I started this trip from Africa, where I was meeting with our famine-stricken Malawi pastors. I flew my plane back to central Mozambique, then to our home in Maputo to the south, and on to Nelspruit in South Africa. After a commuter flight to Johannesburg, I endured an eighteen-hour leg to Atlanta, and then continued to Pennsylvania where Heidi and I met and participated in a conference. She went her way, and after stops in Chicago, Los Angeles, Tokyo and Hong Kong, I arrived in Kunming, the capital of Yunnan Province in southwest China, and the place of my birth.


It took most of a day in a rented van to reach Mojiang, the first main town into the mountains from Kunming. There I connected with an old man, Li Shu Yi, eighty-three years old. He’s the only one left of all the orphans written about in Visions Beyond the Veil, my grandfather’s account of an intensely wonderful outpouring of the Holy Spirit in his orphanage back in Kunming. Li Shu Yi’s parents died when he was little, and he was adopted by his rich uncle and aunt who had no children of their own. But they were cruel to him. One day when he was only six his aunt lost her temper and fiercely beat him until her stick broke, his clothes were torn and he lost his body functions. He escaped to the streets, lost, afraid and crying his heart out. In the night he was robbed of his clothes and left with the filthy, smelly rags of a beggar. My grandfather took him in. My grandmother gave him a bath and changed his clothes, bursting into tears when she saw his bruises and wounds.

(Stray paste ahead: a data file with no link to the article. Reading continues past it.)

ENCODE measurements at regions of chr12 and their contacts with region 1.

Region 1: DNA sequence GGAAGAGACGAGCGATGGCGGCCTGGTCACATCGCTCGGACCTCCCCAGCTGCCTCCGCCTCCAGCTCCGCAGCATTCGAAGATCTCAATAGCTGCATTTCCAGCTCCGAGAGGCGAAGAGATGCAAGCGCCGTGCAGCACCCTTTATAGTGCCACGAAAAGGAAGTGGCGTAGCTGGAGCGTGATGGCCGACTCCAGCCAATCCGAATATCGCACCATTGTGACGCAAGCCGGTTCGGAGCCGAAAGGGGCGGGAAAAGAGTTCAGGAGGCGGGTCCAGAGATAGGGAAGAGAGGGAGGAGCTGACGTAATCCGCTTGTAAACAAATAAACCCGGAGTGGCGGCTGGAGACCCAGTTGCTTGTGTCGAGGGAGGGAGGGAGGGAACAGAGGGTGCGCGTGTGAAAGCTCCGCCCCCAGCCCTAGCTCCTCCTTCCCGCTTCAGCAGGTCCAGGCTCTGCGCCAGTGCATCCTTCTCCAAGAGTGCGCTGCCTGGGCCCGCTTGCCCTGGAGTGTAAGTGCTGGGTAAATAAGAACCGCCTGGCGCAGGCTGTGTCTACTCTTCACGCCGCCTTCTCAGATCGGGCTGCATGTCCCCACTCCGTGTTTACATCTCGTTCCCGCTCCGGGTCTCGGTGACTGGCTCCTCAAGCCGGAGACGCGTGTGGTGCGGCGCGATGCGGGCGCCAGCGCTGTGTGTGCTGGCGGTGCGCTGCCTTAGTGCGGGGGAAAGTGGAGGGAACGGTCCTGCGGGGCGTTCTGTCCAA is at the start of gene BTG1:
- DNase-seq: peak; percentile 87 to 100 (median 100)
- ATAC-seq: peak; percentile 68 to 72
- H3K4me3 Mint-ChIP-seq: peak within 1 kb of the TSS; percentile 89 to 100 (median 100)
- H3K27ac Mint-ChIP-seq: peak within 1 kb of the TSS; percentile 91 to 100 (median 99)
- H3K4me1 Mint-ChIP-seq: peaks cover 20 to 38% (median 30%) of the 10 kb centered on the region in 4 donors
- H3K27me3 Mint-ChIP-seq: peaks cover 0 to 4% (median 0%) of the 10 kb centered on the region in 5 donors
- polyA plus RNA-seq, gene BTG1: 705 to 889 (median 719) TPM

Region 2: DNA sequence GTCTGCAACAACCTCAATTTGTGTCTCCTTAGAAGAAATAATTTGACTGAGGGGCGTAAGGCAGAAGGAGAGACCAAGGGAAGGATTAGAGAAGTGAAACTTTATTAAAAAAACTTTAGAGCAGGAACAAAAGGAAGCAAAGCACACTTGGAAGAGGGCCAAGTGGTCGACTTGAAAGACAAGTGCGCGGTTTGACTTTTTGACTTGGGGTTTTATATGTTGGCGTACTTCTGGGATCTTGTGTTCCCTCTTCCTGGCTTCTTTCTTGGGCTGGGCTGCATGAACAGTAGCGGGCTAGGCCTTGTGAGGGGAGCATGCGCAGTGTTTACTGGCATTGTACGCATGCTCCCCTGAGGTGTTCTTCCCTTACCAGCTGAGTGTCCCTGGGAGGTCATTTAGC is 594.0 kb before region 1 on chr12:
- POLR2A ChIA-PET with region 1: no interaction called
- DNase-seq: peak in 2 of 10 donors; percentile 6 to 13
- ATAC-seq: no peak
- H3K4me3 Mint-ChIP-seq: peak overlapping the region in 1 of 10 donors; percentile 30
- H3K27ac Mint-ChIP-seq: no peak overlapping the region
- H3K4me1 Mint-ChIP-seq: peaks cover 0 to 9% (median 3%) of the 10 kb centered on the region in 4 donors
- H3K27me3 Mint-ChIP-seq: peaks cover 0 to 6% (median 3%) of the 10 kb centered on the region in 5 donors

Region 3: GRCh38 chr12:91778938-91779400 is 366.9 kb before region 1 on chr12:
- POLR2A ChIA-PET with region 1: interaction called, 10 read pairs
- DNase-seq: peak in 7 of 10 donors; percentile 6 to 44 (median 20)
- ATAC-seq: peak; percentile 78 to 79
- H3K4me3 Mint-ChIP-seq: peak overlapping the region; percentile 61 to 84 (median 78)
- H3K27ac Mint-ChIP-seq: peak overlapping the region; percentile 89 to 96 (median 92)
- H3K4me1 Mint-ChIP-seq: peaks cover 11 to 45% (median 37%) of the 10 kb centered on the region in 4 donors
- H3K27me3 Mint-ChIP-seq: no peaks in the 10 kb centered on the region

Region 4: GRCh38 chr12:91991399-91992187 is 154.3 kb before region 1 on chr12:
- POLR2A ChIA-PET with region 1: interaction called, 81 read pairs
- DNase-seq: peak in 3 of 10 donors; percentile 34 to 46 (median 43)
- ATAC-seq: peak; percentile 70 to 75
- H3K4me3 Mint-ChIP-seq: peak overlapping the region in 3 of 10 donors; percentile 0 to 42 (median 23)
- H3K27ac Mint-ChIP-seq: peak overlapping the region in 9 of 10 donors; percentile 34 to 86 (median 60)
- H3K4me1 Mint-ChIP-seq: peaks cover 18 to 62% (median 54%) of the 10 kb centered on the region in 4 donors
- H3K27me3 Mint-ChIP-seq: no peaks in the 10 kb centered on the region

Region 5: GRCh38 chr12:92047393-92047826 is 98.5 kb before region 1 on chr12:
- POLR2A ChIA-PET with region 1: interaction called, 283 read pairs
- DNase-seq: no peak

Li Shu Yi became a devoted son to my grandparents, never leaving them all their days in China. In 1926 when he was nine the Holy Spirit fell on the orphans, and as they described what they were seeing while in visions, Li Shu Yi translated their local dialect for my grandfather, who wrote down all that he heard for his book. This went on for months, a time of rare and privileged revelation that has enriched the faith of believers all over the world who have read the story.


In 1929 my grandfather began making long, arduous journeys into the mountains to preach to the Ka Do minority tribe. There were no roads or buses in those days, and my grandfather would be gone for months, climbing the ridges and descending into the valleys every day on foot. The mountain people were wild and rough. Many were thieves and bandits. He wore their coarse peasant clothes, ate their simple, meager food, and walked in their thin cotton shoes, whatever the terrain. And always, wherever he went, there was Li Shu Yi with him, his constant walking companion, translator and helper.


In 1935 my grandparents moved to a beautiful valley deep in Ka Dao land, where I am today. The journey from Kunming took seventeen days. From here my grandfather itinerated in all directions, preaching the gospel to poor villages clinging to terraced mountainsides. He might walk twenty miles a day, each day in a different village, and he bore great fruit. Thousands all over his own valley came to Jesus, and in time he was regularly traveling a circuit of forty churches. The Holy Spirit fell on these simple people, written about in another of my grandfather’s many books, God in Ka Do Land. Later I would listen to my grandfather tell endless stories of those days. He opened up to me a supernatural reality filled with angels, demons, the power of the Spirit and the presence of Jesus.